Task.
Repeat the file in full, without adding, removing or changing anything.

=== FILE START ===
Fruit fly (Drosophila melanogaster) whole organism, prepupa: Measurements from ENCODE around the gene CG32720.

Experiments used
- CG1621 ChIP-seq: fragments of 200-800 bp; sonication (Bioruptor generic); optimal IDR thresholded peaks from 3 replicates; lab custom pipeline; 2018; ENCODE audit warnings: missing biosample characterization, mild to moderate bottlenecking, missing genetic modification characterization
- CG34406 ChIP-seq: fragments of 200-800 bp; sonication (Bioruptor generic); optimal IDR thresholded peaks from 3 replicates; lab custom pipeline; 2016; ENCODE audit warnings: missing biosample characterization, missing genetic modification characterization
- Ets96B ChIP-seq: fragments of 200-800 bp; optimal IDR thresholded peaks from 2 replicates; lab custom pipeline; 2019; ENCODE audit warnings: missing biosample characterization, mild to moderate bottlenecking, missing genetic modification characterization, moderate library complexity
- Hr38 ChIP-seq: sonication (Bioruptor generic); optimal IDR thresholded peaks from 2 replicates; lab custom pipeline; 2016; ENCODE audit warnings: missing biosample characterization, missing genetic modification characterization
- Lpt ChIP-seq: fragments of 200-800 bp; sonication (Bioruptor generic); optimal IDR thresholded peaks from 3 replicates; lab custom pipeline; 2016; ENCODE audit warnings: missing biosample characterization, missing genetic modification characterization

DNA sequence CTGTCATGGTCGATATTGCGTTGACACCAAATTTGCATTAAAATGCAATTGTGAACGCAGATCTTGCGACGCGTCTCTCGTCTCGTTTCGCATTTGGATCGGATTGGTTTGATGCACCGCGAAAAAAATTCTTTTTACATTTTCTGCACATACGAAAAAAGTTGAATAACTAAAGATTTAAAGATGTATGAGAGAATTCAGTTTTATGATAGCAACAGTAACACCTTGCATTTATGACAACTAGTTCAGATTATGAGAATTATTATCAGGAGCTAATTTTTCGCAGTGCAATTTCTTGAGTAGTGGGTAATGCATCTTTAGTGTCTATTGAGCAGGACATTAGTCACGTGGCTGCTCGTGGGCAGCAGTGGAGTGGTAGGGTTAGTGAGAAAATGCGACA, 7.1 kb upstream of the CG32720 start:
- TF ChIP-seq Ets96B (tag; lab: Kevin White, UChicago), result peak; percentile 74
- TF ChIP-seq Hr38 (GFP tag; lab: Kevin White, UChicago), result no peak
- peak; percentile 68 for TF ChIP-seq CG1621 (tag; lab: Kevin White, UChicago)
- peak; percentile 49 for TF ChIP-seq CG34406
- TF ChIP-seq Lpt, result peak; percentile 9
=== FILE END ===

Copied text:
Fruit fly (Drosophila melanogaster) whole organism, prepupa: Measurements from ENCODE around the gene CG32720.

Experiments used
- CG1621 ChIP-seq: fragments of 200-800 bp; sonication (Bioruptor generic); optimal IDR thresholded peaks from 3 replicates; lab custom pipeline; 2018; ENCODE audit warnings: missing biosample characterization, mild to moderate bottlenecking, missing genetic modification characterization
- CG34406 ChIP-seq: fragments of 200-800 bp; sonication (Bioruptor generic); optimal IDR thresholded peaks from 3 replicates; lab custom pipeline; 2016; ENCODE audit warnings: missing biosample characterization, missing genetic modification characterization
- Ets96B ChIP-seq: fragments of 200-800 bp; optimal IDR thresholded peaks from 2 replicates; lab custom pipeline; 2019; ENCODE audit warnings: missing biosample characterization, mild to moderate bottlenecking, missing genetic modification characterization, moderate library complexity
- Hr38 ChIP-seq: sonication (Bioruptor generic); optimal IDR thresholded peaks from 2 replicates; lab custom pipeline; 2016; ENCODE audit warnings: missing biosample characterization, missing genetic modification characterization
- Lpt ChIP-seq: fragments of 200-800 bp; sonication (Bioruptor generic); optimal IDR thresholded peaks from 3 replicates; lab custom pipeline; 2016; ENCODE audit warnings: missing biosample characterization, missing genetic modification characterization

DNA sequence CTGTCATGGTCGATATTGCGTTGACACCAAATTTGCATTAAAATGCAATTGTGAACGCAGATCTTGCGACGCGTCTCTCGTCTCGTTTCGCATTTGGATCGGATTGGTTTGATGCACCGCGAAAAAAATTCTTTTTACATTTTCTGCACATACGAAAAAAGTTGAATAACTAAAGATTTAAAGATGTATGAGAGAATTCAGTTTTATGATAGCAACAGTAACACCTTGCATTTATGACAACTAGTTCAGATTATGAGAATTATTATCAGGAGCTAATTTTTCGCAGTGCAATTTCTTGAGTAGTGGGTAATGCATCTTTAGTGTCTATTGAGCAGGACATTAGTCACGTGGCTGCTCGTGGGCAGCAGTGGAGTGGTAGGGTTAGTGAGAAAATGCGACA, 7.1 kb upstream of the CG32720 start:
- TF ChIP-seq Ets96B (tag; lab: Kevin White, UChicago), result peak; percentile 74
- TF ChIP-seq Hr38 (GFP tag; lab: Kevin White, UChicago), result no peak
- peak; percentile 68 for TF ChIP-seq CG1621 (tag; lab: Kevin White, UChicago)
- peak; percentile 49 for TF ChIP-seq CG34406
- TF ChIP-seq Lpt, result peak; percentile 9